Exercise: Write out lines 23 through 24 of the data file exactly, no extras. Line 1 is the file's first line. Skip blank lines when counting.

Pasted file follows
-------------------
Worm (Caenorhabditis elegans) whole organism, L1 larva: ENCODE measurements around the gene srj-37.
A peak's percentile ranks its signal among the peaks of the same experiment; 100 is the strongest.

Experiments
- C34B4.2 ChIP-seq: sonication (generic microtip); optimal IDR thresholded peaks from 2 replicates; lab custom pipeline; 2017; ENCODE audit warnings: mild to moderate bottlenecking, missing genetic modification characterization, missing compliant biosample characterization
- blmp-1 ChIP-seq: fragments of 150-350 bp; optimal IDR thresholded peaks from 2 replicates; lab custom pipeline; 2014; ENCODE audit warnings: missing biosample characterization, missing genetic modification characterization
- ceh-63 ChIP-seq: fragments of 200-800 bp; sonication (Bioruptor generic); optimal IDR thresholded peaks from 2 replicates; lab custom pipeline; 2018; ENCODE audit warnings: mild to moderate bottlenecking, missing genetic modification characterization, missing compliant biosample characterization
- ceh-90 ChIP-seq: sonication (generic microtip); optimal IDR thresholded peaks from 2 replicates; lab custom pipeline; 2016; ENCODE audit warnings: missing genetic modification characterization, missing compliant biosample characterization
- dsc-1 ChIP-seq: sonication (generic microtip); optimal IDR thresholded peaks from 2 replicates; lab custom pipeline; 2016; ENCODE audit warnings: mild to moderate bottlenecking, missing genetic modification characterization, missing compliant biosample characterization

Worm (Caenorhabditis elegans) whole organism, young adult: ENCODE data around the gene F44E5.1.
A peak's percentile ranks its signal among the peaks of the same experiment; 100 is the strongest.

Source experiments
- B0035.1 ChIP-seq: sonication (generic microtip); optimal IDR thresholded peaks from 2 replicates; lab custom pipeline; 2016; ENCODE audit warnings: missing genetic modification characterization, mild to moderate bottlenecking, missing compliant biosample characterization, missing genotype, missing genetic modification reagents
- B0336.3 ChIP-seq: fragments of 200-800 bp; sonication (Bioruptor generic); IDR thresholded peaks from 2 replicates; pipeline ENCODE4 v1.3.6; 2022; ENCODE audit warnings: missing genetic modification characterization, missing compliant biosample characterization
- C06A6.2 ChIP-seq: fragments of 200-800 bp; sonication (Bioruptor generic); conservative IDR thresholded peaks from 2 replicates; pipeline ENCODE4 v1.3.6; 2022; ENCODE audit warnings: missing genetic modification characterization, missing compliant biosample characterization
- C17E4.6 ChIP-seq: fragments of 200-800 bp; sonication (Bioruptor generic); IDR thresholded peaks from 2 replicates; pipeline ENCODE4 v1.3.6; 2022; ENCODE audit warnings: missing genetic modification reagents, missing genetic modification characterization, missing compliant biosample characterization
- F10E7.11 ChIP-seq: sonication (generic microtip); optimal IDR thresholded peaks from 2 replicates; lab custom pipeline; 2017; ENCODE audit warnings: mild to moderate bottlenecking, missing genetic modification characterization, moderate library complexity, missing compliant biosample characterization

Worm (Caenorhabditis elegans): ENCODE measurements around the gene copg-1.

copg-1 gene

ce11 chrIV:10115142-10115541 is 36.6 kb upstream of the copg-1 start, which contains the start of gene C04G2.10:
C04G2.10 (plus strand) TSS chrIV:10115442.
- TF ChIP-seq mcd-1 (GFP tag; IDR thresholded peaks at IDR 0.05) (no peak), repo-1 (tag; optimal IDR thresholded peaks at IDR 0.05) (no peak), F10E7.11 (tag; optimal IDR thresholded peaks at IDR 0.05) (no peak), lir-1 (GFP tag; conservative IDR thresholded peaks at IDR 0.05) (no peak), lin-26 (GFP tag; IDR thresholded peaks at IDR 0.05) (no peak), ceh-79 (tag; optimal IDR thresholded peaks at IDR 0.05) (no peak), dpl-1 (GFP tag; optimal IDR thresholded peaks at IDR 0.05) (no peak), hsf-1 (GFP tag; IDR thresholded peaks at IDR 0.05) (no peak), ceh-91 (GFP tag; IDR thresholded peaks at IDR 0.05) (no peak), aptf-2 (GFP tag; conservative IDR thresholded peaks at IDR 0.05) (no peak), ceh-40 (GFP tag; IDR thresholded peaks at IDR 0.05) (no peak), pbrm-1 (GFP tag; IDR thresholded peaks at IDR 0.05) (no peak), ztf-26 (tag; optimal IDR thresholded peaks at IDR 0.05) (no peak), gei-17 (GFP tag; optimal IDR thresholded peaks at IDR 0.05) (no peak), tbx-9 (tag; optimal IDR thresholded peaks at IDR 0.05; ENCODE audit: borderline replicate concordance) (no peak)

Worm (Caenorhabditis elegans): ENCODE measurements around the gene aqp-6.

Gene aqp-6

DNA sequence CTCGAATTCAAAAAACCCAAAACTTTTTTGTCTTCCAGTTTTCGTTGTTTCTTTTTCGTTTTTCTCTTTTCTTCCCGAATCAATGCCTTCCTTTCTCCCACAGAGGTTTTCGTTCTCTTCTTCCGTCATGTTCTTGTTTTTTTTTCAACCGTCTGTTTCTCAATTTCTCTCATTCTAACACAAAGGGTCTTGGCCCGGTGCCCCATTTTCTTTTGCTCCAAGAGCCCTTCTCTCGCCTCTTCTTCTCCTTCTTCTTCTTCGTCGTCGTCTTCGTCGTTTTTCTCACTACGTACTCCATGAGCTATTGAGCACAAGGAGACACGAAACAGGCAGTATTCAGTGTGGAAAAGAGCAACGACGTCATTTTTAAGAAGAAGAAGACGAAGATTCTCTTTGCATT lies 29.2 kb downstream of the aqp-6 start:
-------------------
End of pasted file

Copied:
Gene aqp-6

DNA sequence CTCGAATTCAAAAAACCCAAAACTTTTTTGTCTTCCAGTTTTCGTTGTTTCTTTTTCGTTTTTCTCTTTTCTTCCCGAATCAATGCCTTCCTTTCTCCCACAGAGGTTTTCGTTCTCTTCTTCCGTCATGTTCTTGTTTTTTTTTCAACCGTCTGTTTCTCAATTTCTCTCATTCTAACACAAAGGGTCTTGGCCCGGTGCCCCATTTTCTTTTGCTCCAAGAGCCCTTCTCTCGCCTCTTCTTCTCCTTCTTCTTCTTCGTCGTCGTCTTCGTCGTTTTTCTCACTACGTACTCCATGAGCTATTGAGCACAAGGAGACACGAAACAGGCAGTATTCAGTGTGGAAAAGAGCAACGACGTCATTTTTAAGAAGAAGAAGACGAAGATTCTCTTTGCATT lies 29.2 kb downstream of the aqp-6 start: